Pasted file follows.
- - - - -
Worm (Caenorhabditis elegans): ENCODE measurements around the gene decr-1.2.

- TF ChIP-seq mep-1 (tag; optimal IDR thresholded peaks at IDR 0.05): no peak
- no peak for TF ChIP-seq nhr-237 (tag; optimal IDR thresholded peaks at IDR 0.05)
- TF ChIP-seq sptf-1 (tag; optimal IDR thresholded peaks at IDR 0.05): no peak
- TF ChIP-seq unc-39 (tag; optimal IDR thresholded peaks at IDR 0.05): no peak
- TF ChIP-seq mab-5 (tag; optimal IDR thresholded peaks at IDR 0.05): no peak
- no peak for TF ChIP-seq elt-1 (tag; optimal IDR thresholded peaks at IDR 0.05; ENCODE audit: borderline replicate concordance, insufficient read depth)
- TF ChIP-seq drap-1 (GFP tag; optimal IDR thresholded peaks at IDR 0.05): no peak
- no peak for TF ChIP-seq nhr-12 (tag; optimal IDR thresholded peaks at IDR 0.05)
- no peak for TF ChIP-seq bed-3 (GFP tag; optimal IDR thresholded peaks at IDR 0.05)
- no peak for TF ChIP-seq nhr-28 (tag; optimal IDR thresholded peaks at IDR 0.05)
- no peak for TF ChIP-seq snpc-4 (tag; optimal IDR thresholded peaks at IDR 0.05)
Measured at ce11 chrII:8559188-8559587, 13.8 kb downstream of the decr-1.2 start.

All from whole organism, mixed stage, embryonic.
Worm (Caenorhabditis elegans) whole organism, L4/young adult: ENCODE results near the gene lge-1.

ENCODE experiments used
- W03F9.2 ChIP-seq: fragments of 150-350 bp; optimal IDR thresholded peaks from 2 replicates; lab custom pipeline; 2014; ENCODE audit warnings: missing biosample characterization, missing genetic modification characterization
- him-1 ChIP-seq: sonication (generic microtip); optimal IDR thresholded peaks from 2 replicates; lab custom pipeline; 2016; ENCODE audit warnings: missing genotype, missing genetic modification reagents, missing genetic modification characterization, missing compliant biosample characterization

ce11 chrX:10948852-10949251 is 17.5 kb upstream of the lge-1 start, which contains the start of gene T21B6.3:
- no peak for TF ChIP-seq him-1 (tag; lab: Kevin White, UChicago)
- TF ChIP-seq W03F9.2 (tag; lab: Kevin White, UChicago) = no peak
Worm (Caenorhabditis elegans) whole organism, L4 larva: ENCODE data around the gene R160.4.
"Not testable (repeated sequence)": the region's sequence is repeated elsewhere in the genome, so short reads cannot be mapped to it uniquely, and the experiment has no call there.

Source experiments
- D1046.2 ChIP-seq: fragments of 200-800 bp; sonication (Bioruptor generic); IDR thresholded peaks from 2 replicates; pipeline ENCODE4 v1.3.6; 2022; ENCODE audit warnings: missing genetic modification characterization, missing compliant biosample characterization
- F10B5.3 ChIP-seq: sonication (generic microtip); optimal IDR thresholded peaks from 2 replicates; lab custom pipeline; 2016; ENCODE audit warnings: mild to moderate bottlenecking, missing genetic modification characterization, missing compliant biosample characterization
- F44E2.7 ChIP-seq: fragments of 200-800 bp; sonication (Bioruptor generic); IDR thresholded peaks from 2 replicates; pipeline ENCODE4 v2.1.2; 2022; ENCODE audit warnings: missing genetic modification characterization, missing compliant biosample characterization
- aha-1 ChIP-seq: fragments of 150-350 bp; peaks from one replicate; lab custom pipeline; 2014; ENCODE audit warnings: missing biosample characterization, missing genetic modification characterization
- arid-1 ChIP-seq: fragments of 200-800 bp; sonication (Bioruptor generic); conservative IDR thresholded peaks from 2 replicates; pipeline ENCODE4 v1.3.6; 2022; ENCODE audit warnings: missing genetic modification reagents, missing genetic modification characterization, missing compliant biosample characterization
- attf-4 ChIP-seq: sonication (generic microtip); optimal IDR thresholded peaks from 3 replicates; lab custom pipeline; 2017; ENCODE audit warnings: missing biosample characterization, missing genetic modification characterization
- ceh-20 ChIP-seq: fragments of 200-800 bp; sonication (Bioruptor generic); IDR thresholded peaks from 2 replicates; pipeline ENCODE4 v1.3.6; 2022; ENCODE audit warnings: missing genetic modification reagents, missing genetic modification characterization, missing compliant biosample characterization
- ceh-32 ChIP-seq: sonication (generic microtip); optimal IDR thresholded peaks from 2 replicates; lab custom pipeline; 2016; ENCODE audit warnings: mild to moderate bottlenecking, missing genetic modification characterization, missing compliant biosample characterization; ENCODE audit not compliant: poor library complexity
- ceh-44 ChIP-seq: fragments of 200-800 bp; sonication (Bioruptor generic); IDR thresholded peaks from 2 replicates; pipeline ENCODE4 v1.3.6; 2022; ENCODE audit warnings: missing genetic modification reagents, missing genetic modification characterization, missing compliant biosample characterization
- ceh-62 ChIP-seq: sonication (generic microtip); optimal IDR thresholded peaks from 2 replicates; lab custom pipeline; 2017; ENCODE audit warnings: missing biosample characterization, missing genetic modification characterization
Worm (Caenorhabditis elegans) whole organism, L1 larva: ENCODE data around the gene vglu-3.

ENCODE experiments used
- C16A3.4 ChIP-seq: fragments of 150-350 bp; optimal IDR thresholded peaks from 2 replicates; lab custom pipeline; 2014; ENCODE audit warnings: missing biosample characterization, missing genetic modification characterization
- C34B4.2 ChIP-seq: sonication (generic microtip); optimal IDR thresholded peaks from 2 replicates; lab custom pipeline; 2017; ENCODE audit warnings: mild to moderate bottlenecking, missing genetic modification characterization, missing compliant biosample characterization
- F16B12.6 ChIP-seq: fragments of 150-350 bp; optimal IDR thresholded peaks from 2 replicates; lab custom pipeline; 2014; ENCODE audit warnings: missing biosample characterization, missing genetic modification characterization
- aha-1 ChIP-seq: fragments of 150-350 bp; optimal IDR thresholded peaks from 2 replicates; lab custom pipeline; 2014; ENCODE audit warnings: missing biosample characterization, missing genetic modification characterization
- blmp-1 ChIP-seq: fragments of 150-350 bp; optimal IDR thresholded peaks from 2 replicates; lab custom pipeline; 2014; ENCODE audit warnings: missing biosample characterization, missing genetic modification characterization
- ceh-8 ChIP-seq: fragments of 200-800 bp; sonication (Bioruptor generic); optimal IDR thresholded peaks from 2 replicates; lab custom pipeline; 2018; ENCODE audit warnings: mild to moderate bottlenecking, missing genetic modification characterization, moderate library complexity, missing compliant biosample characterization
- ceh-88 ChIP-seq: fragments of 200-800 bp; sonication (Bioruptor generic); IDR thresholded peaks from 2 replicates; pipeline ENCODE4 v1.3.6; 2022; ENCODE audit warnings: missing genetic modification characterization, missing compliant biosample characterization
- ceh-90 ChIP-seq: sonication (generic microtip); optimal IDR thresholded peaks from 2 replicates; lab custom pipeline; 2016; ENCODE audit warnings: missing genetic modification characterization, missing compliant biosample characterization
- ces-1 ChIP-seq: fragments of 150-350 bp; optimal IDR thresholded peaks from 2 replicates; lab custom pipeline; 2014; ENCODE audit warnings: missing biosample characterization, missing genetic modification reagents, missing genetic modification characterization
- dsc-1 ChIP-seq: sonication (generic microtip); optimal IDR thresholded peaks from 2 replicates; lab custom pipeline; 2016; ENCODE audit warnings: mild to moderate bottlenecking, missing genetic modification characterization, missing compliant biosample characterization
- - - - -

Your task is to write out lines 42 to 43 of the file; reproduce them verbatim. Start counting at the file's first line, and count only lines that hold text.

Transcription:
- ceh-8 ChIP-seq: fragments of 200-800 bp; sonication (Bioruptor generic); optimal IDR thresholded peaks from 2 replicates; lab custom pipeline; 2018; ENCODE audit warnings: mild to moderate bottlenecking, missing genetic modification characterization, moderate library complexity, missing compliant biosample characterization
- ceh-88 ChIP-seq: fragments of 200-800 bp; sonication (Bioruptor generic); IDR thresholded peaks from 2 replicates; pipeline ENCODE4 v1.3.6; 2022; ENCODE audit warnings: missing genetic modification characterization, missing compliant biosample characterization